The non-cast singers have all had successful carreers - David James (counter tenor) as a member of the Hilliard Ensemble who collaborated with Jan Gaberek of Officium (Amazing stuff)

The treble Matthew Vine is now coming to the fore as a tenor .....adult voices not maturiong till mid thirties!) whereeas Oz Clarke the baritone is now best known as a TV wine expert....!!!!

Sadly the composer Stephen Oliver died from AIDS in 1990 - Oz Clarke sang at his funeral.

davem
07-18-2004, 12:36 PM
Thanks for that info. I've probably listened to the series as many times as I've read LotR - 15??. I still have a soft spot for it - it captures the mood of LotR in a way that the movies just don't for me.

I also like what Sibley did with the adaptation of Adventures of TB, which shows that it can be dramatised! I would really like to get some (period) pictures of the LotR cast - I printed a couple off the Beeb w/s (now sadly removed), which are now tucked away with my LotR CDs.

(Have to say, I'm also a fan of the Hobbit series, which I know a lot of people don't like).

Mithalwen
07-18-2004, 12:41 PM
Well they had the luxury of 13 hours and didn't waste time say on a 20 minute troll battle that takes a short paragraph int he book....... I think they used music well to move on action ie the battle scenes or to heighten emotion..... and the imagined monsters were more scary than the CG ones for me.......

davem
07-18-2004, 01:21 PM
(OK, Esty! I know this isn't the movies forum, but this is really a discussion about the merits of different adaptations of the book, focussing on the Radio series, & there isn't a Radio board! I will make clear by the end that this is a Book related point!)

I think its also that so much of the original language was used. It shows that if you trust Tolkien, & tell the story as he wrote it, you'll communicate the story far more effectively. I still feel there's a lot of wisdom in the review of 'Towers' in Mallorn (Tolk. Soc. journal) that Jackson seems to have been under the impresion that LotR is an action movie in book form!

Verlyn Flieger summed up the movies recently (in the 3rd progress report for next years Tolkien 2005 anniversary conference):

Q 'What is your opinion of the Peter Jackson films?'
A 'I have seen films 1&3. I think they are big, noisy, special-effects-filled action movies. They don't come anywhere near the subtlety & psychological complexity of Tolkien's book. The liberties Jackson took with plot & character are indefensible, & his additions to the story unnecessary'.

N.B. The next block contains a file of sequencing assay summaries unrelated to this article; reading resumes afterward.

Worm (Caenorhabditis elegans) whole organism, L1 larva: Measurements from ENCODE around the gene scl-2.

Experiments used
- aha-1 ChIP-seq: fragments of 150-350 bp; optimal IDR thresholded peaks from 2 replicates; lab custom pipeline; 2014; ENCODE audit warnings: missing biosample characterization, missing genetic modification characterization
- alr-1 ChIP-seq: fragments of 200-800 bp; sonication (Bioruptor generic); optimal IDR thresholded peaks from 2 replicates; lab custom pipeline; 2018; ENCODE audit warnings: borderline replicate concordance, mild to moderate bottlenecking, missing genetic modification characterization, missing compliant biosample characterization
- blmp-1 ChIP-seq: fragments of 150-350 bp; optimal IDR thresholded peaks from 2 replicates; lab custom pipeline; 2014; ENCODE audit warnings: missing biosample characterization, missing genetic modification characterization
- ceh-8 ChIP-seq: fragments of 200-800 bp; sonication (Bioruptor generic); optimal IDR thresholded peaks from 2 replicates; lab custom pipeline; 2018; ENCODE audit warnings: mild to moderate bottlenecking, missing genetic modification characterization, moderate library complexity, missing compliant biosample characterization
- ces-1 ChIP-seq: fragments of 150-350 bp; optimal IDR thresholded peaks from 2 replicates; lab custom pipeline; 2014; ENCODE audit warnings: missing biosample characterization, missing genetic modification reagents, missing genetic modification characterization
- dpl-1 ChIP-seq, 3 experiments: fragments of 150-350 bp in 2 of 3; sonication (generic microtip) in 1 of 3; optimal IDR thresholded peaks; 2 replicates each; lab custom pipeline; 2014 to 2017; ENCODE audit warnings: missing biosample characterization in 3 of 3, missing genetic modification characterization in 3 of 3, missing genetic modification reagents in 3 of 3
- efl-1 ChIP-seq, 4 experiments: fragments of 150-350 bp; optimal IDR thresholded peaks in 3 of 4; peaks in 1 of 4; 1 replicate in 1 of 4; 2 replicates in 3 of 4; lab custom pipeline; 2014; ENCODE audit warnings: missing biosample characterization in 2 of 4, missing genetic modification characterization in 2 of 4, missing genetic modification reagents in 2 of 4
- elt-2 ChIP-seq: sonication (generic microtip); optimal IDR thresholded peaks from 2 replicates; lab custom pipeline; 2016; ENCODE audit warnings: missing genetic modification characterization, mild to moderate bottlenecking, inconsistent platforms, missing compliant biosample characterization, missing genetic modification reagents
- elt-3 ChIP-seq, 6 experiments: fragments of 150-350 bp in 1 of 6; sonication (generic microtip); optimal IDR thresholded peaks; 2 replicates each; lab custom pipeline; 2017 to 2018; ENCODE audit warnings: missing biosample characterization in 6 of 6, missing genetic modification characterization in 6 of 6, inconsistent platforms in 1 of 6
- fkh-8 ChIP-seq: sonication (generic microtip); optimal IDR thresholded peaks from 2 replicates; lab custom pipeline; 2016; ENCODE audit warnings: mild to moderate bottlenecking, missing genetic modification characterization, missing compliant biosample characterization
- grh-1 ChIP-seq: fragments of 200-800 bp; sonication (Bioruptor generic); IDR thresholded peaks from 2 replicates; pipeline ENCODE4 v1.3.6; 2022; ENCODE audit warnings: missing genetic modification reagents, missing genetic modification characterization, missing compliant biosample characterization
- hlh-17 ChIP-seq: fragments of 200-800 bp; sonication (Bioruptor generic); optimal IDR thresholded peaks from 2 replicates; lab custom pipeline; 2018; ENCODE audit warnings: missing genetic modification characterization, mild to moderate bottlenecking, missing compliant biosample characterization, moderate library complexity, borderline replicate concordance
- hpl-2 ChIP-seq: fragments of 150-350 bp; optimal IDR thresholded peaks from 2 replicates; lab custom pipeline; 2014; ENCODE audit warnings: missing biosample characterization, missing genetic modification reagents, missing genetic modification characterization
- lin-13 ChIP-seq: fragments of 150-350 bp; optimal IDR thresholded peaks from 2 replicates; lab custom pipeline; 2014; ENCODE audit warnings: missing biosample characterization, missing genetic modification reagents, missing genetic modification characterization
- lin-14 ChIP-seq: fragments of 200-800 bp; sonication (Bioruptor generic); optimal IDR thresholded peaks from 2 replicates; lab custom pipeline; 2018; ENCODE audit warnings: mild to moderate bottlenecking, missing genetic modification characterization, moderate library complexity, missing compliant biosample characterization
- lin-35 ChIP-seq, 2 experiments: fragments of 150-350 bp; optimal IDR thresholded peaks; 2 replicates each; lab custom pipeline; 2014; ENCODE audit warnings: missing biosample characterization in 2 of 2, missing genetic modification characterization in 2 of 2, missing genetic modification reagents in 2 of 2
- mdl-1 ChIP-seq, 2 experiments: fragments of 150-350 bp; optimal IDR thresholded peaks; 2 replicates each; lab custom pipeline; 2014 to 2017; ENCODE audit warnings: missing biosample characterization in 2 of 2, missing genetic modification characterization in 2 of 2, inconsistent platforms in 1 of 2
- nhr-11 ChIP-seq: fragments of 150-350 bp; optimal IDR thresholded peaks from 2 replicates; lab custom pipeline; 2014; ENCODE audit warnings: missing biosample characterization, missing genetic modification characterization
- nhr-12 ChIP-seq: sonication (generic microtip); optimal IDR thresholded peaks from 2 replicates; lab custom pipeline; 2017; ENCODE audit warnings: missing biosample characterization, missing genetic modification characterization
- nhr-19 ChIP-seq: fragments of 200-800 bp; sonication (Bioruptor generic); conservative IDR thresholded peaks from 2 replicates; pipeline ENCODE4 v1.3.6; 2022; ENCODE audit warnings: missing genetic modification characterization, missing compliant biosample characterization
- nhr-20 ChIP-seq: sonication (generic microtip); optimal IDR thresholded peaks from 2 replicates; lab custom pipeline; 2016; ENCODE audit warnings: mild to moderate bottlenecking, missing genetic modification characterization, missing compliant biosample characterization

(I know, quit beating around the bush Ms Flieger, & just tell us what youreally think!)

I must be fair, though, & say that Tom Shippey, another Tolkien expert who I admire, said: 'They were about as good as could be managed, especially given the financial constraints'. He then says that a fuller explanation of his views is currently in press for a forthcoming book.

I don't know if anyone has opinions on why a particular adaptation of LotR/Hobbit is successful (or otherwise) for them, what it has to contain, what the particular 'mood' or atmosphere of, say, LotR is - I can't really put it into words, except to say, when I finish reading LotR, I'm in a certain 'mood', a mixture of sadness, nostalgic regret, not just for the world of Middle earth, but maybe for my own younger self (ie, every time I re read it, I find memories surface of other times & places I've read it, kind of linking me back to who I was nearly 30 years ago) - all that, & something more. A 'Tolkienesque' melancholy, or something.

Ok, now, for me, the radio series, for all its faults & limitations, does that, produces that same effect, though not so strongly. The movies don't - & that's not simply down to my not having 30 years of 'history' with them. I think there are certain 'moments' which are necessary - the one that springs instantly to mind is Sam returning home to Bag End, & Rosie welcoming him in & placing Elanor on his lap - IT HAPPENS AT NIGHT, MR JACKSON!!!!!!!!!! - (Deep breath, calm, calm, calm...) That moment has to be just as Tolkien describes it for it to work for me. If it doesn;t happen exactly as in the book, that feeling doesn't communicate, & the 'spell' isn't cast.

Any other aspects of the book which others feel communicate the 'spirit' & mood of the book, & which any successful adaptation must keep exactly as Tolkien wrote them (I'd say everything between p1 & p1069 should be kept as is, but adaptors should be free with anything else ;) ).